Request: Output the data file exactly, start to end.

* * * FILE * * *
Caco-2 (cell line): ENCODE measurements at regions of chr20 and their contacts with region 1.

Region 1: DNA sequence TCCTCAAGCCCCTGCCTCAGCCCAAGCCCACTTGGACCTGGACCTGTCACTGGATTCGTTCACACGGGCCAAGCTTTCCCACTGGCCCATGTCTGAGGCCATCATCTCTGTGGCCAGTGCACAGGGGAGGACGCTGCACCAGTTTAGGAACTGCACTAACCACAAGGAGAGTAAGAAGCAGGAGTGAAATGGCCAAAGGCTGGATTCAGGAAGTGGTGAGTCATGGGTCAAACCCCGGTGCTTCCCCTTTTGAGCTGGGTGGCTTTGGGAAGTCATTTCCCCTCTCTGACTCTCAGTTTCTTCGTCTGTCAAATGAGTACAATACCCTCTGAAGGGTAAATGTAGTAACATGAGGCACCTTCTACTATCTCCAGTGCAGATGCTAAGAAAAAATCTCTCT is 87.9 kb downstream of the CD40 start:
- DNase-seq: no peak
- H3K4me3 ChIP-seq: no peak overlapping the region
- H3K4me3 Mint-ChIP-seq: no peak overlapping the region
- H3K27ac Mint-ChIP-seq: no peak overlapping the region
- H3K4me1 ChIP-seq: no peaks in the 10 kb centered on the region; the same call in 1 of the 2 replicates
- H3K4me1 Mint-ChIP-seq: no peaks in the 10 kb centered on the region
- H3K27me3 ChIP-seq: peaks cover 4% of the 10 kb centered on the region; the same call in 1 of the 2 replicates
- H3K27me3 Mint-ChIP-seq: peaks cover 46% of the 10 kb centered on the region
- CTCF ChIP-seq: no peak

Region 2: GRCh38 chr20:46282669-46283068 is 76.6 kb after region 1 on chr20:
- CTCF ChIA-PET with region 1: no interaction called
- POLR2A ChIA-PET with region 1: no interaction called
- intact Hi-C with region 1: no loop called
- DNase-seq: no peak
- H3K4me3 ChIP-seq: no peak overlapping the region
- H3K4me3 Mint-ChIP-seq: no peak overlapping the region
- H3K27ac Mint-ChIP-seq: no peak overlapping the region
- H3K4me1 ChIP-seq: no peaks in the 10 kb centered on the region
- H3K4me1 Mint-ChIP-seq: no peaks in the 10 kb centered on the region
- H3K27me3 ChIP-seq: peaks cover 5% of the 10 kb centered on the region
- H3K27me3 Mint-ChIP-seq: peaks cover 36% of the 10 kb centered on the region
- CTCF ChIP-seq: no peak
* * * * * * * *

Caco-2 (cell line): ENCODE measurements at regions of chr20 and their contacts with region 1.

Region 1: DNA sequence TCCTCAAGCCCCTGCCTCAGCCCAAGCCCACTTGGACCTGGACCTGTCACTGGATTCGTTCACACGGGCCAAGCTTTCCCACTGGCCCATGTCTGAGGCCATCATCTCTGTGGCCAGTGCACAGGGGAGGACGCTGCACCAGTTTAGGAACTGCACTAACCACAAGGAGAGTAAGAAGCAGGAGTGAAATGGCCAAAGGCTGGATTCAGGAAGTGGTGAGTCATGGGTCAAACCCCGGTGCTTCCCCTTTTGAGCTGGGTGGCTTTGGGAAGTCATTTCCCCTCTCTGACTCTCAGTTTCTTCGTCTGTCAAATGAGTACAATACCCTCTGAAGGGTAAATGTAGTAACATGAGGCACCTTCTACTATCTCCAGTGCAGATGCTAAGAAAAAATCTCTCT is 87.9 kb downstream of the CD40 start:
- DNase-seq: no peak
- H3K4me3 ChIP-seq: no peak overlapping the region
- H3K4me3 Mint-ChIP-seq: no peak overlapping the region
- H3K27ac Mint-ChIP-seq: no peak overlapping the region
- H3K4me1 ChIP-seq: no peaks in the 10 kb centered on the region; the same call in 1 of the 2 replicates
- H3K4me1 Mint-ChIP-seq: no peaks in the 10 kb centered on the region
- H3K27me3 ChIP-seq: peaks cover 4% of the 10 kb centered on the region; the same call in 1 of the 2 replicates
- H3K27me3 Mint-ChIP-seq: peaks cover 46% of the 10 kb centered on the region
- CTCF ChIP-seq: no peak

Region 2: GRCh38 chr20:46282669-46283068 is 76.6 kb after region 1 on chr20:
- CTCF ChIA-PET with region 1: no interaction called
- POLR2A ChIA-PET with region 1: no interaction called
- intact Hi-C with region 1: no loop called
- DNase-seq: no peak
- H3K4me3 ChIP-seq: no peak overlapping the region
- H3K4me3 Mint-ChIP-seq: no peak overlapping the region
- H3K27ac Mint-ChIP-seq: no peak overlapping the region
- H3K4me1 ChIP-seq: no peaks in the 10 kb centered on the region
- H3K4me1 Mint-ChIP-seq: no peaks in the 10 kb centered on the region
- H3K27me3 ChIP-seq: peaks cover 5% of the 10 kb centered on the region
- H3K27me3 Mint-ChIP-seq: peaks cover 36% of the 10 kb centered on the region
- CTCF ChIP-seq: no peak